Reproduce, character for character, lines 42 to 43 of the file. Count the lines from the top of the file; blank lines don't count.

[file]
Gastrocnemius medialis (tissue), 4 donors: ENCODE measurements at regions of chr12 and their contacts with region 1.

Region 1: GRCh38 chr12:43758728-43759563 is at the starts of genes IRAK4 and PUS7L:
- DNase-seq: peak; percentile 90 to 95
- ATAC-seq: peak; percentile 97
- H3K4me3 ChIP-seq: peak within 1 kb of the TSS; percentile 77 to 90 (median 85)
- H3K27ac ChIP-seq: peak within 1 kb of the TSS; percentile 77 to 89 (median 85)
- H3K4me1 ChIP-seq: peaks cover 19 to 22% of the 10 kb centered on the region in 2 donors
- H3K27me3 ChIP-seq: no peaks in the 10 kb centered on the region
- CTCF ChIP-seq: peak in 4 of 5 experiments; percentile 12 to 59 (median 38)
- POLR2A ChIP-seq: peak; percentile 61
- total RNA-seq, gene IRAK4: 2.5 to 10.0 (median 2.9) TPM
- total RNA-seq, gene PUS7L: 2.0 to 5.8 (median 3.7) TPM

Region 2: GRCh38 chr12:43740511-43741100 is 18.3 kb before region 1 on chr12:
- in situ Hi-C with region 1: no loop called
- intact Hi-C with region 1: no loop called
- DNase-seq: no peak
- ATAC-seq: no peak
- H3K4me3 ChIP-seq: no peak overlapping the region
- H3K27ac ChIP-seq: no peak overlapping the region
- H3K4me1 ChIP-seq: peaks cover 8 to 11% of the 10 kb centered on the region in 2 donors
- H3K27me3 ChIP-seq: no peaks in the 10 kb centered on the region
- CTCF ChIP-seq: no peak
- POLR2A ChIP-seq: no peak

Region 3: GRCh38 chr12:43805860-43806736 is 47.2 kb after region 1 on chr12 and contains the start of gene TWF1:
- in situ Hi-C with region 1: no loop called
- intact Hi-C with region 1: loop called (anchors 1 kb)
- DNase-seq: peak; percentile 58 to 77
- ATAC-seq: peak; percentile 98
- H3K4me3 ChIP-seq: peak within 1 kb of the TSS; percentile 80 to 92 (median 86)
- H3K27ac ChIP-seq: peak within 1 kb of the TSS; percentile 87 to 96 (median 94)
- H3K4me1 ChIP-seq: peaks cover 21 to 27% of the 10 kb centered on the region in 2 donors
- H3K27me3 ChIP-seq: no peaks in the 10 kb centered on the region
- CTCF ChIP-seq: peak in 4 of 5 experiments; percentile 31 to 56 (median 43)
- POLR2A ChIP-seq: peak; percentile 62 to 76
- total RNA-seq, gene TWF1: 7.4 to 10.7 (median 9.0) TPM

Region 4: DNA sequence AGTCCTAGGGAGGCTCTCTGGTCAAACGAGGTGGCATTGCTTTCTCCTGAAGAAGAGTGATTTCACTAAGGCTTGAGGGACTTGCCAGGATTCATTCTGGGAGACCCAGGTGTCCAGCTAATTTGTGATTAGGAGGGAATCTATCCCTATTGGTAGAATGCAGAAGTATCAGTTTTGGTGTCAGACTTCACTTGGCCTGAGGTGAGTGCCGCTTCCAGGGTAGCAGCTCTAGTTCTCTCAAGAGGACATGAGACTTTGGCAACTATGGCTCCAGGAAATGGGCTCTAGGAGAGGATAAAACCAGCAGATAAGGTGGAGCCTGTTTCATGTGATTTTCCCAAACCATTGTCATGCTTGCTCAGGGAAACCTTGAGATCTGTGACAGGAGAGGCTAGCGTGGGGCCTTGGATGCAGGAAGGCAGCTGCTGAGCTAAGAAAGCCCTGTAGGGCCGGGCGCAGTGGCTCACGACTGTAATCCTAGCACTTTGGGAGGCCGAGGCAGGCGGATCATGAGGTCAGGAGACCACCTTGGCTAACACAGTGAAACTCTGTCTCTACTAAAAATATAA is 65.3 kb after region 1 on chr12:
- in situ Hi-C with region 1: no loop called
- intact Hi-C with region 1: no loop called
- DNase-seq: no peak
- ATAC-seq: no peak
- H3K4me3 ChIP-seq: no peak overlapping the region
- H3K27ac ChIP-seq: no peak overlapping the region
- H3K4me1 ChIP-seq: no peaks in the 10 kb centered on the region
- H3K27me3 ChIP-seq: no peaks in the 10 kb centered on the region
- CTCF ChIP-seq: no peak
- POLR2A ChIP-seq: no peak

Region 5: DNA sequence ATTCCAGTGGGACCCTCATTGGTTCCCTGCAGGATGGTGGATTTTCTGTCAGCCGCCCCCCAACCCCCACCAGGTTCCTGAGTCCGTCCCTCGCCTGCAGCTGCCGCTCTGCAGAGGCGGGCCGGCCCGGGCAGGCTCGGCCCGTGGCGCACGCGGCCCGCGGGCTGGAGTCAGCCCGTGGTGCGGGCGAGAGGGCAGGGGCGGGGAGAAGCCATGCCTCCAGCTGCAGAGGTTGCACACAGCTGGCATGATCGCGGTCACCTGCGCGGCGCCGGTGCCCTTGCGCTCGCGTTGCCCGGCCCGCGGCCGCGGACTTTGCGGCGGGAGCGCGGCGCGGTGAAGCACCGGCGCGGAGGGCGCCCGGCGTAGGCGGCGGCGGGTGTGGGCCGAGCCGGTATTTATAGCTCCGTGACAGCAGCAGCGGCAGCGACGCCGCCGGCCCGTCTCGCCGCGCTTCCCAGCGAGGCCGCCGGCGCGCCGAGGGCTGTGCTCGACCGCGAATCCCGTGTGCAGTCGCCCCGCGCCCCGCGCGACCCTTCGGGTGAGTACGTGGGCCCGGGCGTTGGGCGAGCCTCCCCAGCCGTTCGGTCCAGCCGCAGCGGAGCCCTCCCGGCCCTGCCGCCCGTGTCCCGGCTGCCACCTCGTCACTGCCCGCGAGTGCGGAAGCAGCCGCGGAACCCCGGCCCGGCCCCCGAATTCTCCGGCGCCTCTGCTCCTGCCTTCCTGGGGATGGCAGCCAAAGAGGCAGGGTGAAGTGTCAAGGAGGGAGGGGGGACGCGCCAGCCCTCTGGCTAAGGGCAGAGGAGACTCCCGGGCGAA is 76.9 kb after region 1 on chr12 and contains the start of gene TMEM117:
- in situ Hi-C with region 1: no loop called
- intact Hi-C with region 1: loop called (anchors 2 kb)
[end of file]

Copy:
- H3K27ac ChIP-seq: no peak overlapping the region
- H3K4me1 ChIP-seq: no peaks in the 10 kb centered on the region